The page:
So, you’re looking for information on how to create an internship program—good for you! Companies everywhere are looking for talent and trying to build a new generation of future staff, so you know you’re not alone. Introducing internships is the first step in developing the next generation of your workforce—it’s a lot more than just a way to get your more onerous tasks accomplished. Play it right, and your program could set the tone for your whole business moving forward.
Ready to learn how to create your internship program? Let’s get started. There are five steps in every internship program setup:
- Identify your business needs
- Recruit interns
- Consider your legal obligations
- Manage your interns
- Evaluate and iterate
1. Identify Your Business Needs
The first step in creating your internship program, identifying your business needs, is easy enough. Results-based management means clearly defining your end goals so you can accurately create a path to achieve them.
Why do you need interns? Is this for a particular program or initiative, or are you just filling staffing needs moving forward? If the former, you can lock down budgets and timeframes at the outset. If the latter, you’re looking for a dynamic internship framework that can scale over time.
2. Recruit Interns
Recruiting interns takes a special set of considerations since you’re competing with other companies for availability. Job fairs, hackathons, and other contests are ways to meet interns you might not otherwise encounter.
Remember: You are looking to fill a specific role, for a specific and limited amount of time, with the hopeful upshot of building a working relationship that can last past the internship itself. Within that framework, you should interview as carefully and stringently as you would your potential full-timers.
There needs to be a values fit, with clear and mutually agreed upon tasks. You’re looking for hard workers, eager learners, and future leadership potential.
3. Consider Your Legal Obligations
While most internships are paid, some interns—particularly those in an exploratory or observational role, or those who do not contribute meaningfully to work product—may legally be unpaid.
Unpaid internships are allowed under unique circumstances, determined primarily by whether the intern (and not the employer) is the primary beneficiary of the arrangement.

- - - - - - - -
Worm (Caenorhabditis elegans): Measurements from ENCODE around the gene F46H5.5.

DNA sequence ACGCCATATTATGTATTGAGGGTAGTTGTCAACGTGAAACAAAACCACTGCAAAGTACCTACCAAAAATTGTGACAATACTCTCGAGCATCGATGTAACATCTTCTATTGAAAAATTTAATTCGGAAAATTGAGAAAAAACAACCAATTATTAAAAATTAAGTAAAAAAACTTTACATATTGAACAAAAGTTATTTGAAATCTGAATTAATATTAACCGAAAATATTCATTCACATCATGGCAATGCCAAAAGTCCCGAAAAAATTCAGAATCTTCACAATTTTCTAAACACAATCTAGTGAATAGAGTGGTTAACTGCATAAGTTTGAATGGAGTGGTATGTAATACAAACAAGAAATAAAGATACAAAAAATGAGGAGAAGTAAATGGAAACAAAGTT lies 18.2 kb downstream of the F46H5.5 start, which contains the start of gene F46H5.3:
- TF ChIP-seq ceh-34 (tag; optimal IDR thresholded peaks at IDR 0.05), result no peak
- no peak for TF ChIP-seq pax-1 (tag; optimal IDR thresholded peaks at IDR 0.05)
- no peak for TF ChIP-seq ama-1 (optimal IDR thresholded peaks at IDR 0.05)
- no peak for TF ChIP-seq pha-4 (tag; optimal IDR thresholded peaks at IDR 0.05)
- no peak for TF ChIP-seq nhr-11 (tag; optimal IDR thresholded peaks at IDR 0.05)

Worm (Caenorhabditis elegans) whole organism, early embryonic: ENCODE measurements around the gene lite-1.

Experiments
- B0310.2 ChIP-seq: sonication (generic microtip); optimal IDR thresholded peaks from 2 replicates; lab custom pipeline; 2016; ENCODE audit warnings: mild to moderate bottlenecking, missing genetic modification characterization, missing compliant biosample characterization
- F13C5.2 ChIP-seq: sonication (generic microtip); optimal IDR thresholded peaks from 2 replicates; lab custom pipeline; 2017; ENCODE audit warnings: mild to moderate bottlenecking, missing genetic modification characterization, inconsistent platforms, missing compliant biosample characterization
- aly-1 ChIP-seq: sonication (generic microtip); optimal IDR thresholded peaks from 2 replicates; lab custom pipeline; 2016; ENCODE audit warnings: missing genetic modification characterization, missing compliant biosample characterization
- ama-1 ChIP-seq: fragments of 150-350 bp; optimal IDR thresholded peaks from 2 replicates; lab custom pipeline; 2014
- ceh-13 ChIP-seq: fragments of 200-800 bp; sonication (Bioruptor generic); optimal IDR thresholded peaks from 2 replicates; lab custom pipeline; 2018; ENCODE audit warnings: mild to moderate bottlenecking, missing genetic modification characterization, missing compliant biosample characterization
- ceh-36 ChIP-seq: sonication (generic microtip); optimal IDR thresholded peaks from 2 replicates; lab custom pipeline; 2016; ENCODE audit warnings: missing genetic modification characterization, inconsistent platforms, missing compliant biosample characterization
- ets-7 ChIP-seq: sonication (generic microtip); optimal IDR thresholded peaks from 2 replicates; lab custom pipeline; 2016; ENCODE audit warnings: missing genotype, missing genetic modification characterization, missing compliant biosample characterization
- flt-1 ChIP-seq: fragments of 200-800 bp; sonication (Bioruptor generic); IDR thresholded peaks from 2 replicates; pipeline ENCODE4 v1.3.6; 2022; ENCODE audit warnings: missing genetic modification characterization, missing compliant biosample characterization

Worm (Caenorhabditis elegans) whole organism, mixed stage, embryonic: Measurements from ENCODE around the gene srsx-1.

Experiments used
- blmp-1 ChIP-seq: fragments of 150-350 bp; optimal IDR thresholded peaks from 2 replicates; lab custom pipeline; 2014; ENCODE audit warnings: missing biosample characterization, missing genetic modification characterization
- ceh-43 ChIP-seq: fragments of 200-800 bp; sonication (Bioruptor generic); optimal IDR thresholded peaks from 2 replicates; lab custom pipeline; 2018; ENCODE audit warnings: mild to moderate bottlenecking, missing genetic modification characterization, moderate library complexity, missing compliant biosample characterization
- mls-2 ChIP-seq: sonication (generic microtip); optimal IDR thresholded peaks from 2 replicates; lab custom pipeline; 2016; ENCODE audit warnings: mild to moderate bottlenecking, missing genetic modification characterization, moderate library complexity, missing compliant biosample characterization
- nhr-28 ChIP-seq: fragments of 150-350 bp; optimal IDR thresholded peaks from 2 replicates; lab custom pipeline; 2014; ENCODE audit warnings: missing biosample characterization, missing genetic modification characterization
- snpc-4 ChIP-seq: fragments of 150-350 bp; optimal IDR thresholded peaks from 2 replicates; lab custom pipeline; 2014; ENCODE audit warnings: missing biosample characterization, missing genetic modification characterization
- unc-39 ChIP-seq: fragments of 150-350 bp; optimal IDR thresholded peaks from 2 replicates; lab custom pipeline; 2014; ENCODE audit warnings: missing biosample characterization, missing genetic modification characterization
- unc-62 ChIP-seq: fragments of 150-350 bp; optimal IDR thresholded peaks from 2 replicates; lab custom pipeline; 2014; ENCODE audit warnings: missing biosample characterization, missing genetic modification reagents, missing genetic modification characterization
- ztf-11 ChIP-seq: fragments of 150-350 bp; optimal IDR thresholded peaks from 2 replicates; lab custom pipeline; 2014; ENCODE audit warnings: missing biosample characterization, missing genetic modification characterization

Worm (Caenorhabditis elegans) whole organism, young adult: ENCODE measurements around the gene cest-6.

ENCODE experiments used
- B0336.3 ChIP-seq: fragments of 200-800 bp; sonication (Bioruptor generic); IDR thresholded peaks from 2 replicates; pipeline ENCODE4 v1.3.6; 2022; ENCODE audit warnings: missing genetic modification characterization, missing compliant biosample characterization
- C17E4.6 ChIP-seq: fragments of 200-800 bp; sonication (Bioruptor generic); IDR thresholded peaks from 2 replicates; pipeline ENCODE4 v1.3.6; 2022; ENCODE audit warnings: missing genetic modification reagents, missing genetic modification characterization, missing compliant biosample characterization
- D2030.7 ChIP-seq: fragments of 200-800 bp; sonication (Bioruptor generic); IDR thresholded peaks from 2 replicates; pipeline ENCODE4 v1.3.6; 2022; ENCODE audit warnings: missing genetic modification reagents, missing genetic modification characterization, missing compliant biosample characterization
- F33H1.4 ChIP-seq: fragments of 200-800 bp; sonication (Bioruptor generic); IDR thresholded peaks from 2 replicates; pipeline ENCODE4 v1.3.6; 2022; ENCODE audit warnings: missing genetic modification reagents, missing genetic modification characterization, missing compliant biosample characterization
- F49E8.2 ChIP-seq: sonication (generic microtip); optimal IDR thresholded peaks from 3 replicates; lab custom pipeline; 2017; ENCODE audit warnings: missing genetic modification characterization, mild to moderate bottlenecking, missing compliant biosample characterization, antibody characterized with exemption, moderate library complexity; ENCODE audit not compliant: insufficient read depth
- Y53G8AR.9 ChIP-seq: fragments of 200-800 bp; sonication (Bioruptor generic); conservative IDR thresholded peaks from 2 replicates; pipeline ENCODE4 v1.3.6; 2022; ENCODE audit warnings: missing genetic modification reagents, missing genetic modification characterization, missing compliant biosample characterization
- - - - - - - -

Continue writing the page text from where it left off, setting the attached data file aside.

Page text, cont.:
While state laws regarding internship programs may vary, the U.S. Department of Labor (DOL) employs a 7-step test to decide whether interns are entitled to minimum wage and overtime pay. Among other considerations, this test determines the extent to which an internship program “provides training that would be similar to that which would be given in an educational environment” and whether the intern’s work “complements, rather than displaces, the work of paid employees.”
4. Manage Your Interns
A successful internship program should provide an orientation, plenty of training, networking opportunities, and ongoing supervision. It’s best to use the internship to expose the newcomer to as many aspects of the business as they seem interested in or have shown a talent for.
5. Evaluate Your Internship Program
If you plan to use your new internship program to drive hiring, use evaluations from managers to assess whether the intern would be a good match. After the internship, be sure to maintain contact. Make your job offer as soon as possible, since many of today’s students receive multiple job offers upon graduation. High-performing interns should automatically be considered for new unheard of and it’s not unheard-of to create new positions for just the right fit.
Learn More Expert Hiring and Management Advice
Whether you’re curious about how to create an internship program, actively searching for good interns, or just looking to hire a new employee with solid internship experience, Monster’s expert advice and hiring tips can help.
This article is not intended as a substitute for professional legal advice. Always seek the professional advice of an attorney regarding any legal questions you may have.